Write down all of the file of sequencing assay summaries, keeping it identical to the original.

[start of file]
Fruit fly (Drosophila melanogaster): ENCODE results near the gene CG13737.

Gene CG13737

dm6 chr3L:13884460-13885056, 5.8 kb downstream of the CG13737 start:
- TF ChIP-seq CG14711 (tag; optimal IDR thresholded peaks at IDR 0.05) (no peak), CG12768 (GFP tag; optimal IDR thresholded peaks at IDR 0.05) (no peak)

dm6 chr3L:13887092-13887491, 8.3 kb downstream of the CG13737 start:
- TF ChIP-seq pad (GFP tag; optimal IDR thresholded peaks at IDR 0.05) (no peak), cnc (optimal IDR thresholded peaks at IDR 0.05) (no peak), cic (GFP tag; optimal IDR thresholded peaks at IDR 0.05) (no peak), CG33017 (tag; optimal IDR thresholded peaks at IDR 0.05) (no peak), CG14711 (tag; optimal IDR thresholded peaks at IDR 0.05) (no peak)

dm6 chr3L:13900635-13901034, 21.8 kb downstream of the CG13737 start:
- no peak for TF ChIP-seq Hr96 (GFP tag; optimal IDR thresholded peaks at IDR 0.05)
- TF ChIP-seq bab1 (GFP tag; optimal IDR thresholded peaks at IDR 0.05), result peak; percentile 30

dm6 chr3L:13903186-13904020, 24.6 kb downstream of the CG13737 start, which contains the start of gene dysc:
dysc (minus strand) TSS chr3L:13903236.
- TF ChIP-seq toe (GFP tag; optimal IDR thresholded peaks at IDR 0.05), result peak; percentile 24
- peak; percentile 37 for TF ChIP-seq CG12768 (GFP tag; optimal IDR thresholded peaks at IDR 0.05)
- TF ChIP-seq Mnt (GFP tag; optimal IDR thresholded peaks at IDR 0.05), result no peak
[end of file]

Fruit fly (Drosophila melanogaster): ENCODE results near the gene CG13737.

Gene CG13737

dm6 chr3L:13884460-13885056, 5.8 kb downstream of the CG13737 start:
- TF ChIP-seq CG14711 (tag; optimal IDR thresholded peaks at IDR 0.05) (no peak), CG12768 (GFP tag; optimal IDR thresholded peaks at IDR 0.05) (no peak)

dm6 chr3L:13887092-13887491, 8.3 kb downstream of the CG13737 start:
- TF ChIP-seq pad (GFP tag; optimal IDR thresholded peaks at IDR 0.05) (no peak), cnc (optimal IDR thresholded peaks at IDR 0.05) (no peak), cic (GFP tag; optimal IDR thresholded peaks at IDR 0.05) (no peak), CG33017 (tag; optimal IDR thresholded peaks at IDR 0.05) (no peak), CG14711 (tag; optimal IDR thresholded peaks at IDR 0.05) (no peak)

dm6 chr3L:13900635-13901034, 21.8 kb downstream of the CG13737 start:
- no peak for TF ChIP-seq Hr96 (GFP tag; optimal IDR thresholded peaks at IDR 0.05)
- TF ChIP-seq bab1 (GFP tag; optimal IDR thresholded peaks at IDR 0.05), result peak; percentile 30

dm6 chr3L:13903186-13904020, 24.6 kb downstream of the CG13737 start, which contains the start of gene dysc:
dysc (minus strand) TSS chr3L:13903236.
- TF ChIP-seq toe (GFP tag; optimal IDR thresholded peaks at IDR 0.05), result peak; percentile 24
- peak; percentile 37 for TF ChIP-seq CG12768 (GFP tag; optimal IDR thresholded peaks at IDR 0.05)
- TF ChIP-seq Mnt (GFP tag; optimal IDR thresholded peaks at IDR 0.05), result no peak